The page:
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Table S2.

GO categories upregulated in the acute phase (P<0.05) as detected using the HG-focus platform.

doi:10.1371/journal.pntd.0002298.s007

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Table S3.

GO categories downregulated in the acute phase (P<0.05) as detected using the HG-focus platform.

doi:10.1371/journal.pntd.0002298.s008

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Table S4.

List of genes significantly changed in the late acute phase as detected using the HG-focus platform.

doi:10.1371/journal.pntd.0002298.s009

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Table S5.

GO categories upregulated in the late acute phase (p<0.05) as detected using the HG-focus platform.

doi:10.1371/journal.pntd.0002298.s010

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Table S6.

GO categories downregulated in the late acute phase (p<0.05) as detected using the HG-focus platform.

doi:10.1371/journal.pntd.0002298.s011

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Table S7.

Overlapping genes between the early and late acute phases as detected using the HG-focus platform.

doi:10.1371/journal.pntd.0002298.s012

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Table S8.

Major GO pathways in the early acute and late acute phases as detected using the HG-U133plus2 gene chip.

doi:10.1371/journal.pntd.0002298.s013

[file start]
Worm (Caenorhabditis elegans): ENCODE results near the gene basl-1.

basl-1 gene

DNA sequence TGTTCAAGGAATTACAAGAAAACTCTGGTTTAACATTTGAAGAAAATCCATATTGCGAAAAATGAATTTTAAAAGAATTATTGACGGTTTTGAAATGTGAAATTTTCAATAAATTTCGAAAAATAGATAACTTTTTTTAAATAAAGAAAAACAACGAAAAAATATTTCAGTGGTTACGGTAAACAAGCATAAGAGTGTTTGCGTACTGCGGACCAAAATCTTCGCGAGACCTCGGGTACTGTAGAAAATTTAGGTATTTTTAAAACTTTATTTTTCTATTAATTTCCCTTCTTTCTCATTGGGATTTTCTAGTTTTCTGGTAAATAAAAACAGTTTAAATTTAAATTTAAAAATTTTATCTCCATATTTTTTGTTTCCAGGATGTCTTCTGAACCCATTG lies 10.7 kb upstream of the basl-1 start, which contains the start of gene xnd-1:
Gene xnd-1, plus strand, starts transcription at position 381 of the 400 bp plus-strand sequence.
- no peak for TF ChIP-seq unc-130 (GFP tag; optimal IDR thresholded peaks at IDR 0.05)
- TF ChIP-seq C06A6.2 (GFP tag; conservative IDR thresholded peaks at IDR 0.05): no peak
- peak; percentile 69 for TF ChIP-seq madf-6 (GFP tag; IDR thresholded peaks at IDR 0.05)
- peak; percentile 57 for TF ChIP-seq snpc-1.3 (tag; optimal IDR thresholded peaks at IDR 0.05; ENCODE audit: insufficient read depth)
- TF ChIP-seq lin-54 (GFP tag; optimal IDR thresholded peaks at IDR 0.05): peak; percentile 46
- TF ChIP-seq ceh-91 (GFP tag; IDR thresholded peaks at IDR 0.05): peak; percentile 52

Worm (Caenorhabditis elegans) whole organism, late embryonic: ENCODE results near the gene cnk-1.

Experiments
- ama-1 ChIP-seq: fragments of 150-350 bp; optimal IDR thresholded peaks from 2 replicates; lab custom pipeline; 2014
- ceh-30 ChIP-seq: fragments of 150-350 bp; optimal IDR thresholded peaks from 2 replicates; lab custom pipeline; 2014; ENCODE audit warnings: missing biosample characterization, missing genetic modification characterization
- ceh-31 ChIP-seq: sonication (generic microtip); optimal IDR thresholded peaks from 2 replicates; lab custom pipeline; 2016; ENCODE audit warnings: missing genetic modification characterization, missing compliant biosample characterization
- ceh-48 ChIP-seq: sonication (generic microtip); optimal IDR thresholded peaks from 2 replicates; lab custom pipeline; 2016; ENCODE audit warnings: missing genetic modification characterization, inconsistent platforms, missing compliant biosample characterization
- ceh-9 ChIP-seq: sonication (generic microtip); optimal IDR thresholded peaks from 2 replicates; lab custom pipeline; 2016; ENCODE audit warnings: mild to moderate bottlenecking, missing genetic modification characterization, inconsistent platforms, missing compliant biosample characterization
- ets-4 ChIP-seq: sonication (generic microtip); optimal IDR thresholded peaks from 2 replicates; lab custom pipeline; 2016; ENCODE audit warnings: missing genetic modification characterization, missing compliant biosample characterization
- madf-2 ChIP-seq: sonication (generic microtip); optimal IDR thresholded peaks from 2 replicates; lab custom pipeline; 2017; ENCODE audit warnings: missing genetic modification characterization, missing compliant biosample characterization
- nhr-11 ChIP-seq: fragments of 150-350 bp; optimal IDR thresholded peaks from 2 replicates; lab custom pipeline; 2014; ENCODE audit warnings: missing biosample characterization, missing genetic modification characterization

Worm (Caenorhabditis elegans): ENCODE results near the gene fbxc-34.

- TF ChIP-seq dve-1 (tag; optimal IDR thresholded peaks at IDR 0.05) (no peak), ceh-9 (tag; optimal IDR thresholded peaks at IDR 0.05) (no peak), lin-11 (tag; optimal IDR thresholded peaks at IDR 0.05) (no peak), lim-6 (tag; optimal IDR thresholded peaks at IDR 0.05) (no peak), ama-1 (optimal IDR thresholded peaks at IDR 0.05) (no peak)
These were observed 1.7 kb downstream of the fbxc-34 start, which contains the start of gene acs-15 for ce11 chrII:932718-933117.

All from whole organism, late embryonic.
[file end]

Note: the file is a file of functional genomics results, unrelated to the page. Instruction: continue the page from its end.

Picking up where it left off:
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Table S9.

A set of 65 genes classifying the early and late acute and convalescent phases.

doi:10.1371/journal.pntd.0002298.s014

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Table S10.

A set of 140 genes differentiating DF vs. DHF as detected using the HG-U133plus2 gene chip.

doi:10.1371/journal.pntd.0002298.s015

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Acknowledgments

We kindly thank Mr. Martin Nau and Ms. Anne Marie O'Sullivan for their technical support with the microarrays. We also thank Dr. Vidal Felices for technical support on real-time PCR assays and Mrs. Zonia Rios for support with the PRNT tests. We thank Dr. Subhamoy Pal for editing of the abstract and for intellectual discussion. Finally, we want to thank Dr. Manuel Villaran for support with the statistical analysis of clinical data. The view expressed in this article are those of the authors and do not necessarily reflect the official policy or position of the Department of the Navy, Department of Defense, nor the U.S. Government. I am a military service member. This work was prepared as part of my official duties. Title 17 U.S.C. §105 provides that ‘Copyright protection under this title is not available for any work of the United States Government.’ Title 17 U.S.C. §101 defines a U.S. Government work as a work prepared by military service member or employee of the U.S. Government as part of that person's official duties.

Author Contributions

Conceived and designed the experiments: PJB CFO TJK. Performed the experiments: MTV ZW. Analyzed the data: PS JG MTV ZW. Contributed reagents/materials/analysis tools: GC GS IB SV DEC. Wrote the paper: PS JG. Critical review of the manuscript: JG GC BMF ACM CR PJB ESH TJK TWS. Project Coordinator: ESH TJK. Field coordinator: GC.